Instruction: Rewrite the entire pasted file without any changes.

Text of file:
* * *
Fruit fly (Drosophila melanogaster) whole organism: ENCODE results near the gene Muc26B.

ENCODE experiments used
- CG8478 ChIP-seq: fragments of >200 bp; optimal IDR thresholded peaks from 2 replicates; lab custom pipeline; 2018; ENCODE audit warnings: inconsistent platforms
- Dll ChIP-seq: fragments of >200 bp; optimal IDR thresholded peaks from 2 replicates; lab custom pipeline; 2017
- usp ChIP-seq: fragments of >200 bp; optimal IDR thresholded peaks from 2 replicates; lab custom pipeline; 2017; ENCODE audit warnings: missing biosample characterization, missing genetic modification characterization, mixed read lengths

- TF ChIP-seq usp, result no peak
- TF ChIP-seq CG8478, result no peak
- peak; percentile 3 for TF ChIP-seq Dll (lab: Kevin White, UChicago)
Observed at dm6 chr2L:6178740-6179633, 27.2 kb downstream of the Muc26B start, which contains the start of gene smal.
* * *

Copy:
Fruit fly (Drosophila melanogaster) whole organism: ENCODE results near the gene Muc26B.

ENCODE experiments used
- CG8478 ChIP-seq: fragments of >200 bp; optimal IDR thresholded peaks from 2 replicates; lab custom pipeline; 2018; ENCODE audit warnings: inconsistent platforms
- Dll ChIP-seq: fragments of >200 bp; optimal IDR thresholded peaks from 2 replicates; lab custom pipeline; 2017
- usp ChIP-seq: fragments of >200 bp; optimal IDR thresholded peaks from 2 replicates; lab custom pipeline; 2017; ENCODE audit warnings: missing biosample characterization, missing genetic modification characterization, mixed read lengths

- TF ChIP-seq usp, result no peak
- TF ChIP-seq CG8478, result no peak
- peak; percentile 3 for TF ChIP-seq Dll (lab: Kevin White, UChicago)
Observed at dm6 chr2L:6178740-6179633, 27.2 kb downstream of the Muc26B start, which contains the start of gene smal.